It’s official: Android is now the most used mobile operating system in the world with over 900m Android activations. Android now has more users, more phones, and more tablets worldwide than any other mobile operating system. The Google Play app store has been growing at breakneck speed and with almost as many apps as the Apple app store. Which, for entrepreneurs and developers, is the chance of a lifetime to make even more money and reach an even broader audience base.
But first, you’ll have to learn how to make Android apps. In this Android development tutorial, we’ll learn the basic requirements of making an app on the Android platform.
Master Android development with the Learn Android Development From Scratch course.
Getting Started: Understanding Android
Before you can dive headfirst into Android development, you must understand how Android works.
Android, as you might already know, is an open source mobile operating system released under the Apache license. It was originally developed in 2003 by Andy Rubin, Nick Sears, Chris White and Rich Miner as an alternative to for-profit Symbian (Nokia) and Windows Mobile (Microsoft). Two years later, Google acquired the company with an aim to target the burgeoning mobile market. The OS was powered by the Linux Kernel and was officially unveiled on November 5, 2007 – nearly an year after Apple’s blockbuster iPhone announcement in early 2007. Android has grown from strength to strength since then, trouncing Apple’s iOS in terms of popularity and becoming the most popular mobile OS in the world.
Current versions of Android are powered by Linux Kernel version 3.x. Most of the code – libraries, APIs, etc. – are written in C and application software running on Java-compatible frameworks based on Apache Harmony, a free, open-source Java implementation. On the hardware side, Android utilizes ARM architecture with support for x86 as well.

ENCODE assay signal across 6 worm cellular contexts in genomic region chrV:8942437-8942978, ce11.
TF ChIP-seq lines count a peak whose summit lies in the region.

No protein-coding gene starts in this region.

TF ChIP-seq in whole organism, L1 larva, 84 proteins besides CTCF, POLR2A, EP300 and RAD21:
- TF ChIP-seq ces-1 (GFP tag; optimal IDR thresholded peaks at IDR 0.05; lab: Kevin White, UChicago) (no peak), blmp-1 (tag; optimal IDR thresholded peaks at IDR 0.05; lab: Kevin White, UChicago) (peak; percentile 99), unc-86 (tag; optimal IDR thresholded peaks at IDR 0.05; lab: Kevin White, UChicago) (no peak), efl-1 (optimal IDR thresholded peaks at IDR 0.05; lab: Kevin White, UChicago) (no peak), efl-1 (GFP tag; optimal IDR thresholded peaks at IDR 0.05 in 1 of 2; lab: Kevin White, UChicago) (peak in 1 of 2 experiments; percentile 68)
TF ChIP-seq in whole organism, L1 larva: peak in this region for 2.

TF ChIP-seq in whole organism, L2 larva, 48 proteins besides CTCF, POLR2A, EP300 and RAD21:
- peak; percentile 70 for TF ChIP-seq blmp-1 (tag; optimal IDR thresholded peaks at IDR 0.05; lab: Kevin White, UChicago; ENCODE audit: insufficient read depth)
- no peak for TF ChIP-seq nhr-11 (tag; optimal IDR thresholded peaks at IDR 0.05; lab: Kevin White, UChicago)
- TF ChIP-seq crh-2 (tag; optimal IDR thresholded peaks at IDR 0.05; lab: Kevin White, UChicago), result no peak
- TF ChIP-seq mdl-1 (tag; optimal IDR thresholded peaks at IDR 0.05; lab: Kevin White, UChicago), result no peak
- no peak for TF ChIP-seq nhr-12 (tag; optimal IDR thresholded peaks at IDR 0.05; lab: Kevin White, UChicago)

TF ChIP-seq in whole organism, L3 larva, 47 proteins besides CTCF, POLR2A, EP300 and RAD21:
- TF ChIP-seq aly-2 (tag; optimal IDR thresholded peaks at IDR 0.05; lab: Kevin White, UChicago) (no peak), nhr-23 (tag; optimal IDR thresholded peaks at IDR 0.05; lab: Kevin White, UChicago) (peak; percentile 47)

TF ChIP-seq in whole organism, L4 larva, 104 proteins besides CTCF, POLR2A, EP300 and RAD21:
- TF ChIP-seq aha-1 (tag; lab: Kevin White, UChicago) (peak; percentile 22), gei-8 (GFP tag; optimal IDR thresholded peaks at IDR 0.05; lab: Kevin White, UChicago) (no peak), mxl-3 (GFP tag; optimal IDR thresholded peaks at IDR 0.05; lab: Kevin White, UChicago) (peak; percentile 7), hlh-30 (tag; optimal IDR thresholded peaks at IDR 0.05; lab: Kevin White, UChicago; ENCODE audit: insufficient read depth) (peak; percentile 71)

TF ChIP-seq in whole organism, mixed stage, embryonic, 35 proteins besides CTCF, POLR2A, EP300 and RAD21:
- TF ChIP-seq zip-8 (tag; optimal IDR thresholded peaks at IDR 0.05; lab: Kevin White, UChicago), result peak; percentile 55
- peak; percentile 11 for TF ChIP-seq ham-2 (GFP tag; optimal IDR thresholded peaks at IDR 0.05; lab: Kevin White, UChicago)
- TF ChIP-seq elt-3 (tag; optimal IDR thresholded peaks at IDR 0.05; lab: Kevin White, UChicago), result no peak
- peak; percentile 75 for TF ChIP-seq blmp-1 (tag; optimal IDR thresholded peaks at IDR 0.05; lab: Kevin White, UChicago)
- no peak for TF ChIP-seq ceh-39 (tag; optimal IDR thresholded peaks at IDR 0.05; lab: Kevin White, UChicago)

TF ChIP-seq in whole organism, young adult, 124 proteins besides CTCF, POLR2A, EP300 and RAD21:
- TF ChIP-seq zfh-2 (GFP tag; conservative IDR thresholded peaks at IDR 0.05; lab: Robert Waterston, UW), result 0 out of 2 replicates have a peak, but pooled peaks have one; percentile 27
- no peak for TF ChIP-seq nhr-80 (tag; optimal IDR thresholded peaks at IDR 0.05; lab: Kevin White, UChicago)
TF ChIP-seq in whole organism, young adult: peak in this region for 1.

Architecturally, Android follows the following structure:
Applications -> Application Framework -> Libraries (OpenGL, SSL) + Runtime (Dalvik VM) -> Linux Kernel (IPC, audio, wifi, flash).
Essentially, this means that Android is like a multi-layered cake where Linux Kernel is the base, the OpenGL, SSL and SQLite libraries and Dalvik VM the first development layer, the application framework running Java the second layer with the actual applications sitting on top – little wonder that the Google team is fond of naming its Android releases after desserts!
Developing for Android: What You’ll Need
Before you can proceed with Android development, you’ll need the following tools:
- Android SDK: The Android Software Development Kit contains everything you need – tools, libraries and compilers – to create your own Android applications. You can download a copy of the Android SDK here.
- Android Developer Tools (ADT): ADT is a set of plugins and tools that expand the capabilities of the Eclipse IDE to handle Android development. It’s a must download for any serious Android developer. You can download ADT here. You can also try your hand at developing through Android Studio, a set of plugins based on the Intellij IDE.
- Java: Android applications are written in Java. Which means you’ll have to brush up your Java skills. Consider taking the Learn Java for Android course to tighten up your command over Java.
- Command Line Familiarity: Get familiar with the command line – you’ll use it often to compile, test and run your Android applications.
Depending on the project, you might also need other tools such as the Dalvik Virtual Machine.
Coding for Android
Coding for Android is patently different from coding for iOS. For one, there isn’t really a ‘standard’ version of Android. Millions of devices run different versions of the operating system – from Ice Cream Sandwich to Jellybean to Gingerbread. There also isn’t any standard screen size; you will have to optimize the app for screens ranging from 3.8” to full 9.7” tablets. Furthermore, while iOS development follows the Model-View-Controller paradigm, Android starts you off with a complete clean state, which can be intimidating for beginners (but flexible for experienced users).
Developing for Android, thus, presents a lot of coding and design challenges. You can ease the transition to Android development with the Android Development for Beginners course. Alternatively, you can try iOS and Android HTML5 Apps for Beginners.
On the plus side, you don’t need a new computer to start coding Android apps – any trusty old computer capable of running Ubuntu (free) will do. There is also a huge Android community online that will be invaluable throughout the development process. With the Android SDK and some Java knowledge, you can get started in no time.